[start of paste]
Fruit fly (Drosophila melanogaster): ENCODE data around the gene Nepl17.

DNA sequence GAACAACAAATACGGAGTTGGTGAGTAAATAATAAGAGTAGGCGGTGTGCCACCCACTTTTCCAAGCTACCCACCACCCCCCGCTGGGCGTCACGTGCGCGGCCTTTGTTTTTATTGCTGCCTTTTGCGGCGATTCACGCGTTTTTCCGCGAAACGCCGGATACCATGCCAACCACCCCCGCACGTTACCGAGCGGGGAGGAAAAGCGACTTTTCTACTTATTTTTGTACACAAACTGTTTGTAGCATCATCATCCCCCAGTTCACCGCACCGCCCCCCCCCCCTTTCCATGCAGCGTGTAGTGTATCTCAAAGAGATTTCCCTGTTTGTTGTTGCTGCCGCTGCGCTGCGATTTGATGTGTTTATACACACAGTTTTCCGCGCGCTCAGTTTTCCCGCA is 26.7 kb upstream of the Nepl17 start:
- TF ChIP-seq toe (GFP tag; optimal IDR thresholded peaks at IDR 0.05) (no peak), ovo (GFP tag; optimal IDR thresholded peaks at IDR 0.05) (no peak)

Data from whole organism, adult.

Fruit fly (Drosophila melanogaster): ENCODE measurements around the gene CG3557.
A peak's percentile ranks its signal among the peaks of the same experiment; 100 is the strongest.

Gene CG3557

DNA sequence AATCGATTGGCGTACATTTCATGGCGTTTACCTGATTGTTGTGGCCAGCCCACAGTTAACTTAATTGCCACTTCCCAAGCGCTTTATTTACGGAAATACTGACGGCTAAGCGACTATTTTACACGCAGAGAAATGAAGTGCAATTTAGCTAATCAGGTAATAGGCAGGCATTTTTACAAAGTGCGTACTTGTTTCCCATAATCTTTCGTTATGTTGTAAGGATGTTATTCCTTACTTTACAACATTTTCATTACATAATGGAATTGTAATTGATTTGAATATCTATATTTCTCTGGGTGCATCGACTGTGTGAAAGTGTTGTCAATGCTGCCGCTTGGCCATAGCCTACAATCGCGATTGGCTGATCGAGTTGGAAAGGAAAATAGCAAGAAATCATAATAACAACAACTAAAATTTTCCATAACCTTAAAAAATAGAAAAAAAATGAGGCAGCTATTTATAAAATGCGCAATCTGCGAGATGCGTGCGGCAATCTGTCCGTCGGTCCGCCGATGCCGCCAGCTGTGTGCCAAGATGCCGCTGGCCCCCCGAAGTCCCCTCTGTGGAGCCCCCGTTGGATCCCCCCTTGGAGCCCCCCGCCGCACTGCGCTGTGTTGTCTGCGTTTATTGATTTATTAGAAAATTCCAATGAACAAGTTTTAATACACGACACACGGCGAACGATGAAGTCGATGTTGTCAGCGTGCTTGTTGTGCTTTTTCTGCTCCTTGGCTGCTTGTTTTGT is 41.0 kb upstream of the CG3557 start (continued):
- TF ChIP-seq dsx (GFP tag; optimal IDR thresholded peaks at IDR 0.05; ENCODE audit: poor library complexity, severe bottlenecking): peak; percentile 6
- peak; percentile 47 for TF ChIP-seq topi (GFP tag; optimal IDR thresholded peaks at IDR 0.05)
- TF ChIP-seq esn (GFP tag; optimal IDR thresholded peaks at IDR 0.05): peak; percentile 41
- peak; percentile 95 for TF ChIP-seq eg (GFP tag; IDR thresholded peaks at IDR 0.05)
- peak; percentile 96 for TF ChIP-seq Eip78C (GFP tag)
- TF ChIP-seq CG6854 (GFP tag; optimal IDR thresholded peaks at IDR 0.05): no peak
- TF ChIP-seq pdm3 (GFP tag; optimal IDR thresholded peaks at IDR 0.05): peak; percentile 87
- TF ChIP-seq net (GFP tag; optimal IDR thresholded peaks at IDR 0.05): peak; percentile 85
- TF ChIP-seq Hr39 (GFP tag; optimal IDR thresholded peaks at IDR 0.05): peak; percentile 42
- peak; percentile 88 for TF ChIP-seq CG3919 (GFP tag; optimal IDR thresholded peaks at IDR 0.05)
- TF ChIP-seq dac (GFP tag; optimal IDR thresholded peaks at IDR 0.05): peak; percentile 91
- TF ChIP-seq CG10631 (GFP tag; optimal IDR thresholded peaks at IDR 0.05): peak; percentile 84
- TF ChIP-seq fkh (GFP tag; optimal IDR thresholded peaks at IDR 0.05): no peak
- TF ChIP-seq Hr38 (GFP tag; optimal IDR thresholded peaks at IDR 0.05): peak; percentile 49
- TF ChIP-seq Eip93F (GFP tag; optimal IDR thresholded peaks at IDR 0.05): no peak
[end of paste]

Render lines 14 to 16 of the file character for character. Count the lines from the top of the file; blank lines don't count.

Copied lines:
- TF ChIP-seq CG6854 (GFP tag; optimal IDR thresholded peaks at IDR 0.05): no peak
- TF ChIP-seq pdm3 (GFP tag; optimal IDR thresholded peaks at IDR 0.05): peak; percentile 87
- TF ChIP-seq net (GFP tag; optimal IDR thresholded peaks at IDR 0.05): peak; percentile 85